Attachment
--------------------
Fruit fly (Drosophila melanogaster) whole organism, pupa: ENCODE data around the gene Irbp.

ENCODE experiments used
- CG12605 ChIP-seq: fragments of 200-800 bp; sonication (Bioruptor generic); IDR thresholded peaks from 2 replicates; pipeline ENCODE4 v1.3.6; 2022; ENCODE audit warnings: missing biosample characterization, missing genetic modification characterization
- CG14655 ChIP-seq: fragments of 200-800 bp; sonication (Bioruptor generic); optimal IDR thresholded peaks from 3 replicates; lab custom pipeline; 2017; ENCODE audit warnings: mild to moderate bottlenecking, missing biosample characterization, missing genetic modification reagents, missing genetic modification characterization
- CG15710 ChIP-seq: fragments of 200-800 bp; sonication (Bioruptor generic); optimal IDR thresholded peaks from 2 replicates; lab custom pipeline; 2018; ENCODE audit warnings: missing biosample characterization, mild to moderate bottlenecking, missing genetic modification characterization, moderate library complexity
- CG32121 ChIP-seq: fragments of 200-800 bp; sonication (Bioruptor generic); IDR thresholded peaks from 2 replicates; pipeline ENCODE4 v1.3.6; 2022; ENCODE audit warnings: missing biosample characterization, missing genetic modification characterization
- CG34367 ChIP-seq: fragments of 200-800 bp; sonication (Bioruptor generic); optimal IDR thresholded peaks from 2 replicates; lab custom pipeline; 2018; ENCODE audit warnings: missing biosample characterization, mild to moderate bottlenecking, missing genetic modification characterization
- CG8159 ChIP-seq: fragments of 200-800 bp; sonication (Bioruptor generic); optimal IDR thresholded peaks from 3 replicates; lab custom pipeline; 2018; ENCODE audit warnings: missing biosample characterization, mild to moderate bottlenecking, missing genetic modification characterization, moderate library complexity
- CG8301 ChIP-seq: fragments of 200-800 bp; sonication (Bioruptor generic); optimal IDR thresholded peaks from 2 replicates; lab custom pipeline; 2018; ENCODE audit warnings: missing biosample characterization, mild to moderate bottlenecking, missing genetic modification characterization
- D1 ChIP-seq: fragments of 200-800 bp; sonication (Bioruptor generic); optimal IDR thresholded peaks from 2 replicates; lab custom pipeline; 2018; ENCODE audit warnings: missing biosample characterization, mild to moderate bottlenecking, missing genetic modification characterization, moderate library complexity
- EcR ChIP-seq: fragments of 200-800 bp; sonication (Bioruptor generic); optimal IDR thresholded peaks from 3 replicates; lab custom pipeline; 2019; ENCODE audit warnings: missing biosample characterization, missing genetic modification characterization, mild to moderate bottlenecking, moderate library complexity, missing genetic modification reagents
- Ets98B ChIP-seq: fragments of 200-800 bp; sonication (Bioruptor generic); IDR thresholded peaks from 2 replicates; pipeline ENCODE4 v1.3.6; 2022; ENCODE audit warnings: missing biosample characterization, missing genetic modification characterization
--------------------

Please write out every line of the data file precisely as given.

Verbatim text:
Fruit fly (Drosophila melanogaster) whole organism, pupa: ENCODE data around the gene Irbp.

ENCODE experiments used
- CG12605 ChIP-seq: fragments of 200-800 bp; sonication (Bioruptor generic); IDR thresholded peaks from 2 replicates; pipeline ENCODE4 v1.3.6; 2022; ENCODE audit warnings: missing biosample characterization, missing genetic modification characterization
- CG14655 ChIP-seq: fragments of 200-800 bp; sonication (Bioruptor generic); optimal IDR thresholded peaks from 3 replicates; lab custom pipeline; 2017; ENCODE audit warnings: mild to moderate bottlenecking, missing biosample characterization, missing genetic modification reagents, missing genetic modification characterization
- CG15710 ChIP-seq: fragments of 200-800 bp; sonication (Bioruptor generic); optimal IDR thresholded peaks from 2 replicates; lab custom pipeline; 2018; ENCODE audit warnings: missing biosample characterization, mild to moderate bottlenecking, missing genetic modification characterization, moderate library complexity
- CG32121 ChIP-seq: fragments of 200-800 bp; sonication (Bioruptor generic); IDR thresholded peaks from 2 replicates; pipeline ENCODE4 v1.3.6; 2022; ENCODE audit warnings: missing biosample characterization, missing genetic modification characterization
- CG34367 ChIP-seq: fragments of 200-800 bp; sonication (Bioruptor generic); optimal IDR thresholded peaks from 2 replicates; lab custom pipeline; 2018; ENCODE audit warnings: missing biosample characterization, mild to moderate bottlenecking, missing genetic modification characterization
- CG8159 ChIP-seq: fragments of 200-800 bp; sonication (Bioruptor generic); optimal IDR thresholded peaks from 3 replicates; lab custom pipeline; 2018; ENCODE audit warnings: missing biosample characterization, mild to moderate bottlenecking, missing genetic modification characterization, moderate library complexity
- CG8301 ChIP-seq: fragments of 200-800 bp; sonication (Bioruptor generic); optimal IDR thresholded peaks from 2 replicates; lab custom pipeline; 2018; ENCODE audit warnings: missing biosample characterization, mild to moderate bottlenecking, missing genetic modification characterization
- D1 ChIP-seq: fragments of 200-800 bp; sonication (Bioruptor generic); optimal IDR thresholded peaks from 2 replicates; lab custom pipeline; 2018; ENCODE audit warnings: missing biosample characterization, mild to moderate bottlenecking, missing genetic modification characterization, moderate library complexity
- EcR ChIP-seq: fragments of 200-800 bp; sonication (Bioruptor generic); optimal IDR thresholded peaks from 3 replicates; lab custom pipeline; 2019; ENCODE audit warnings: missing biosample characterization, missing genetic modification characterization, mild to moderate bottlenecking, moderate library complexity, missing genetic modification reagents
- Ets98B ChIP-seq: fragments of 200-800 bp; sonication (Bioruptor generic); IDR thresholded peaks from 2 replicates; pipeline ENCODE4 v1.3.6; 2022; ENCODE audit warnings: missing biosample characterization, missing genetic modification characterization